Factors Affecting the Nonsolvent-Induced Phase Separation of Cellulose from Ionic Liquid-Based Solutions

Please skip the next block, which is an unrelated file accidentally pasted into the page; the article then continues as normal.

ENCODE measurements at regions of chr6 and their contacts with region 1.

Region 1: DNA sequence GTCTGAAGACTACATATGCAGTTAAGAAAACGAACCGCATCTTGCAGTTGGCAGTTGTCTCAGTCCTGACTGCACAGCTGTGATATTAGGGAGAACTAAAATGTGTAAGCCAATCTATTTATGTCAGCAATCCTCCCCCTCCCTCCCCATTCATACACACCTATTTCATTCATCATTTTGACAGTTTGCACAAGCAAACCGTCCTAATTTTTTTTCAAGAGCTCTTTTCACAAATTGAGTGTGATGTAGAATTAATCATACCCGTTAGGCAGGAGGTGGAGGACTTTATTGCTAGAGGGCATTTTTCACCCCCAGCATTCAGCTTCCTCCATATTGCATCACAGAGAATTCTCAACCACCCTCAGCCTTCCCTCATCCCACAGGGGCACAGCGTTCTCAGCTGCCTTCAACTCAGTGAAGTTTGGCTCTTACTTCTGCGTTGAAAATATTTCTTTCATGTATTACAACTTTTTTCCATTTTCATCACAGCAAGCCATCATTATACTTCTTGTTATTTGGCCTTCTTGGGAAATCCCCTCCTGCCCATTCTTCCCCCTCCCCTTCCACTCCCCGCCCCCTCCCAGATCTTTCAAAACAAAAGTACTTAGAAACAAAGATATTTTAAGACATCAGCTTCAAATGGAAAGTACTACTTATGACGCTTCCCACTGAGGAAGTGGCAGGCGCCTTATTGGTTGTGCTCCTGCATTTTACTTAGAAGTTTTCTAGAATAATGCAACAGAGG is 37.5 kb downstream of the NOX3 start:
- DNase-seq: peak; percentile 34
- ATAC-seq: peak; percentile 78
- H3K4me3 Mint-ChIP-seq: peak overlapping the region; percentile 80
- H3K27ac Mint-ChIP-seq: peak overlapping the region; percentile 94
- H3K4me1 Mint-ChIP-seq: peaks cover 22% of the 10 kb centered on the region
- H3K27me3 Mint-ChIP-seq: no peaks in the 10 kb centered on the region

In the present work, we report for the first time an in-depth study of the factors influencing porous cellulose film structure formation during the nonsolvent-induced phase separation (NIPS) process from biopolymer solutions in ionic liquid-based solvents. The length of the alkyl chain of the ionic liquid's cation, the solvent/co-solvent ratio, and the type of the cellulose precursor used were found to have great influence both on cellulose solution formation and properties and to the NIPS process with water acting as nonsolvent. In the undiluted form, both studied ionic liquids proved to dissolve almost equally well the cellulose; however, due to differences in viscosities of the formed biopolymer solutions and due to differences in miscibility with water of the two ionic liquids, the used ionic liquid had a strong influence on the film's porous structure formation. The use of increasing amounts of an aprotic co-solvent, here dimethylsulfoxide, improved biopolymer solubilization and also led to the formation of a more pronounced macroporous structure during the NIPS process. The cellulose type also affected the porous structure generation during the NIPS process: with the increase of the molecular weight of the precursor, the viscosity of the formed biopolymer solution increased and the tendency to generate macroporous structures decreased.


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